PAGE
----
By Krystie Lee Yandoli
Tuesday, October 11, 2011
It was a long tough summer for Planned Parenthood as opponents went beyond targeting abortion and started in on birth control. Krystie Yandoli says this harms rape survivors and the cause of safe sex.
In a positive move, in October 2010, the U.S. Department of Health and Human Services awarded $155 million to states, nonprofit organizations, school districts and universities to support programs already proven effective in combating teen pregnancy.
That's a smart alternative to the Bush administration's abstinence-only education policy.
The attack on Planned Parenthood is abstinence-only policy by other means and some college students are "just saying no" to that.
At Wesleyan University in Middletown, Conn., for instance, a student group has created a Youtube video of students holding signs that read, "I have sex," "I use birth control" and "I've been tested." The text at the end of the video encourages cutting corporate entitlements, such as tax subsidies for lucrative multinational oil companies, and saving Planned Parenthood.
While there aren't any handy statistics to show the extent to which college women are saved from unwanted pregnancies and sexually transmitted diseases because of free contraception attained from a local Planned Parenthood, it's common knowledge on campuses how crucial that can be.
"To whatever extent college students are relying on Planned Parenthood, the defunding sends a clear message to those students: your bodies and your sexual health is not important," Jaclyn Friedman, co-editor of the anthology "Yes Means Yes: Visions of Female Sexual Empowerment Without Rape" said in an e-mail interview.
If you need information, counseling or medical care, you're on your own now, added Friedman.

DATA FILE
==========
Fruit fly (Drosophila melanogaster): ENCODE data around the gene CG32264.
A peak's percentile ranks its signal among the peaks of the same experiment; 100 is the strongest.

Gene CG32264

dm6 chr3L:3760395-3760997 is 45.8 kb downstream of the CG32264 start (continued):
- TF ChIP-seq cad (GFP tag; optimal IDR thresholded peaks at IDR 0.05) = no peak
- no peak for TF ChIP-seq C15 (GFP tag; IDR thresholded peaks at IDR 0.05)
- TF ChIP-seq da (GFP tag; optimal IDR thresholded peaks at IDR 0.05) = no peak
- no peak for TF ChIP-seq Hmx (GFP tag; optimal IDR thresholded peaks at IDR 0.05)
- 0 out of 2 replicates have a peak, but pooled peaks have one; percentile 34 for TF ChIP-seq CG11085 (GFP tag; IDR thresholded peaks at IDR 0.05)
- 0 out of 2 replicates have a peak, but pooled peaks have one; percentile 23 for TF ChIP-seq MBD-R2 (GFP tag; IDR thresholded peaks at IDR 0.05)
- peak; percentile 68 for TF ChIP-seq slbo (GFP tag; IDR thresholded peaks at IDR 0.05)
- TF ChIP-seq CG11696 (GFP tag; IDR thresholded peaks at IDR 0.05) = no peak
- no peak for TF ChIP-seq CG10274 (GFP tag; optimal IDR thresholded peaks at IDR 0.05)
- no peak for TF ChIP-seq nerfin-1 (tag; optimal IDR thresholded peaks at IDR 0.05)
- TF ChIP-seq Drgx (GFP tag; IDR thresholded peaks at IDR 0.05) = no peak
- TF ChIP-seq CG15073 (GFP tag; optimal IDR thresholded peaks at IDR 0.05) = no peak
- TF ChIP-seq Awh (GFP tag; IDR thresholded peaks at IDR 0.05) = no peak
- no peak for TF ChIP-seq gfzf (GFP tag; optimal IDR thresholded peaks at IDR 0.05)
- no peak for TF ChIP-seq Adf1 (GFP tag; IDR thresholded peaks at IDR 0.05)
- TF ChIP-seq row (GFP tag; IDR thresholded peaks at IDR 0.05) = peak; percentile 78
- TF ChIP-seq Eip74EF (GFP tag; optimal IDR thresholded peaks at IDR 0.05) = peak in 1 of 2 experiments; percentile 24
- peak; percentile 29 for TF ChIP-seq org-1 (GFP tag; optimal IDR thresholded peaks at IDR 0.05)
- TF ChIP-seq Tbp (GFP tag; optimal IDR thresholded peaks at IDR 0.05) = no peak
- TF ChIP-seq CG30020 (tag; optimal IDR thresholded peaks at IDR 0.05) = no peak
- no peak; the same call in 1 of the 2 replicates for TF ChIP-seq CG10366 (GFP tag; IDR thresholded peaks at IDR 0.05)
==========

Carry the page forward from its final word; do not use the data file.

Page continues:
"In a culture that already isolates and stigmatizes rape victims, that message -- not to mention the loss of access to a variety of physical and mental health services crucial to victims in the aftermath of an assault -- is beyond unfortunate. It's immoral," she said.
When the funding allocated for Planned Parenthoods is eliminated from a state's budget, it doesn't necessarily mean they're closed for business, though their services do appear to be hurt by cuts.
Depending on the individual state's situation, some Planned Parenthoods will be in danger of closing and some will receive less funding and as a result, less services, but will remain open.
New Jersey has led the way on state slashing of Planned Parenthood allocations, eliminating $7.5 million in family planning from its budget, according to an April 2011 study by the state's Planned Parenthood. As such, the state provides a snapshot of what might lie ahead for other states.
As Women's eNews has reported before, New Jersey Planned Parenthood's website reports six of their clinics have closed and predicts 35,000 fewer patients will be served in 2011 in comparison to the 131,000 patients served in 2010. The remaining 52 New Jersey clinics have cut back on hours and fired staff.
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Krystie Lee Yandoli is a freelance writer and student at Syracuse University.
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